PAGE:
We loaded our gear in the trucks and headed back. I think the higher-ups were in a hurry to get us out of the AO. It was a restful at Camp Taji; we didn’t have anything to do. We had just repacked our gear the day before; everyone had clean clothes and everything from our previous visit. For the most part, our vehicles didn’t need anything. It really was down time, but I could tell that I was on edge. I think we all were.
An air weapons team firing at the range made me feel uneasy and jumpy. It’s funny how gunfire and explosions in Sadr City didn’t bother us at all, but loud noises here did. Explosions and gunshots here seemed out of place. To be honest, I’m not sure what bothered me more; though, the Apaches at the range, or the quiet when they stopped shooting. It was hard to get to sleep without small arms fire in the distance.
The next day, the differences between us and the people who stayed at Taji were even more apparent. Seeing soldiers walking around Taji, living through their deployment, and wearing their combat patches really rubbed me wrong. What did they really know about “combat?” Some of our first-timers got a taste of it also. A few of them had only been in-country for a month or two, but they realized that their wartime experience was very different from the soldiers who never step out of the wire. They spent their entire deployment protected by guys like us.
When it was close to the end of our 24 hours of downtime, we gathered for a formation. LTC Boccardi and CSM Ordonio came out and promoted SGT Capelli to staff sergeant. CSM Ordonio talked to use afterwards, and his remarks were super inspirational, as usual. “You have to treat each patrol like it’s the first time. Things like this happen when we let our guard down.” I think what we all heard was, this was your fault, and it could have been prevented.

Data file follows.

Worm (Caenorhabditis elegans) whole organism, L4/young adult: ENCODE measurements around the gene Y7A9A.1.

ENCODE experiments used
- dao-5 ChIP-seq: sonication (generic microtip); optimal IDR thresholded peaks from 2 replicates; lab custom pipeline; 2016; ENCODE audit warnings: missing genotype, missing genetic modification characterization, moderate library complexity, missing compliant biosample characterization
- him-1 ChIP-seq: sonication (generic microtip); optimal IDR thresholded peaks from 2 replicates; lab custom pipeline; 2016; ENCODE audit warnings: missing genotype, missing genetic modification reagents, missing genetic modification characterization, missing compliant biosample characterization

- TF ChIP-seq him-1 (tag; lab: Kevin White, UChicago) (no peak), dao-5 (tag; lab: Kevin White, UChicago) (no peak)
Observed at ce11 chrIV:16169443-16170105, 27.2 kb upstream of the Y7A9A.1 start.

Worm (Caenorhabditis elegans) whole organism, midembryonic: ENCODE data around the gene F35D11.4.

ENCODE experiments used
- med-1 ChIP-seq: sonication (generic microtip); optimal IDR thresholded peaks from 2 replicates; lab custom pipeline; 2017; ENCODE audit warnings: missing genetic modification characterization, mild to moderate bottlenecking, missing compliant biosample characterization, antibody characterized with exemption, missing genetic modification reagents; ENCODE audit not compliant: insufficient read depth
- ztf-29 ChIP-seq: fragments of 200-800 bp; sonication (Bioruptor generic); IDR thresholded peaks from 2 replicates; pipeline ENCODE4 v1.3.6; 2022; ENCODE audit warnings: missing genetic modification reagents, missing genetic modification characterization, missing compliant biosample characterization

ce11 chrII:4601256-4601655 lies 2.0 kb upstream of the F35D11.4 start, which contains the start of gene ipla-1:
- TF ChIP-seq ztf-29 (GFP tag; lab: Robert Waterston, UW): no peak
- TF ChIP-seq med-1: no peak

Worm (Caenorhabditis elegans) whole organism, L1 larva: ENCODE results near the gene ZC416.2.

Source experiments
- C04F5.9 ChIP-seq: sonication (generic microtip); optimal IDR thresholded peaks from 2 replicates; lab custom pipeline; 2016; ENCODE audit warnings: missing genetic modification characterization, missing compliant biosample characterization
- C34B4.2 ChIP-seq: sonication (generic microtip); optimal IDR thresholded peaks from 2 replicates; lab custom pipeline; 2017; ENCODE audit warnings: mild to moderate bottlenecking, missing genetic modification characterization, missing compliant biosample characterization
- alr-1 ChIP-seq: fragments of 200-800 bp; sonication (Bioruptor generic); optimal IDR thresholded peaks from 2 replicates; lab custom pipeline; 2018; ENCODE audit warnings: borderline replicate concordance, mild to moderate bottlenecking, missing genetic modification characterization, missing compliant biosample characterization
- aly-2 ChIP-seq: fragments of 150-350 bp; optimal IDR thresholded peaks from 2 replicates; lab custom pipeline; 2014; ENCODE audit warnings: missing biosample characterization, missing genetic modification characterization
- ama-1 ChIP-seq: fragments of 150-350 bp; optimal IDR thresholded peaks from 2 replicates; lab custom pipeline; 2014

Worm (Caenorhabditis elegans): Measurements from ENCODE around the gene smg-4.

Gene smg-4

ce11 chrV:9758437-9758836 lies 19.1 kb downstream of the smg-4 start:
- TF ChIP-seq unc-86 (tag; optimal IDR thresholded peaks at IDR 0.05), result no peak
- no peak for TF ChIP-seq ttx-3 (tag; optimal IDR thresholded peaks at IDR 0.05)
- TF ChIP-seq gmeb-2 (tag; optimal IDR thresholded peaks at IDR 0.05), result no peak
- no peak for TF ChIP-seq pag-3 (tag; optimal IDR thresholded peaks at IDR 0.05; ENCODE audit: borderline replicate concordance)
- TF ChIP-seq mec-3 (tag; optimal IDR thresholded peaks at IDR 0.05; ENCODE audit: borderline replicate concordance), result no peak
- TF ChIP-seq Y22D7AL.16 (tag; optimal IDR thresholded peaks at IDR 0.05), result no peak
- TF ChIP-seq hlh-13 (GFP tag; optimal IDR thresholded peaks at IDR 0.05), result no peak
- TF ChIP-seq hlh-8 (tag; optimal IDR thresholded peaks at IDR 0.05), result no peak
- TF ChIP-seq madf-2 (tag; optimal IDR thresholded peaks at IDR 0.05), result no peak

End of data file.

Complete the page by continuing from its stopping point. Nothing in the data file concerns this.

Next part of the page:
LTC Boccardi spoke about more of the battalion coming down to Sadr City. He talked about the possibility of the rest of our company, plus Charlie Company, and maybe even a company from 1-27 Infantry joining us. It sounded like we were done messing around on the outskirts of Sadr City; this time we would be on the offensive, taking ground in the city and helping to write history. History books aside, it’s what we all wanted. We wanted to push into Sadr City where we weren’t supposed to go. We wanted to roll right into the center of their city and show them that they couldn’t do anything about it. We go where we want, when we want, and we do what we want. That was the message we wanted to deliver to Muqtada al-Sadr and his militia. Honestly, I think we wanted to send that message to the Iraqi army and police forces too.
Personally, I think it’ll be worse for us if the entire battalion heads down to Sadr City. Plus, I don’t buy it. I don’t think we’ll do anything new. We’ll be assigned to a new sector, away from where 1-2 SCR has us, and we’ll do patrols and watch intersections.
Once the speeches were over, we loaded our gear, fueled our trucks, and got ready to go. It was late when we finally got back to the patrol base. Chaplain Burton was at the school when we got there. Downtime was over; we assumed security at the school.
Welcome back to reality.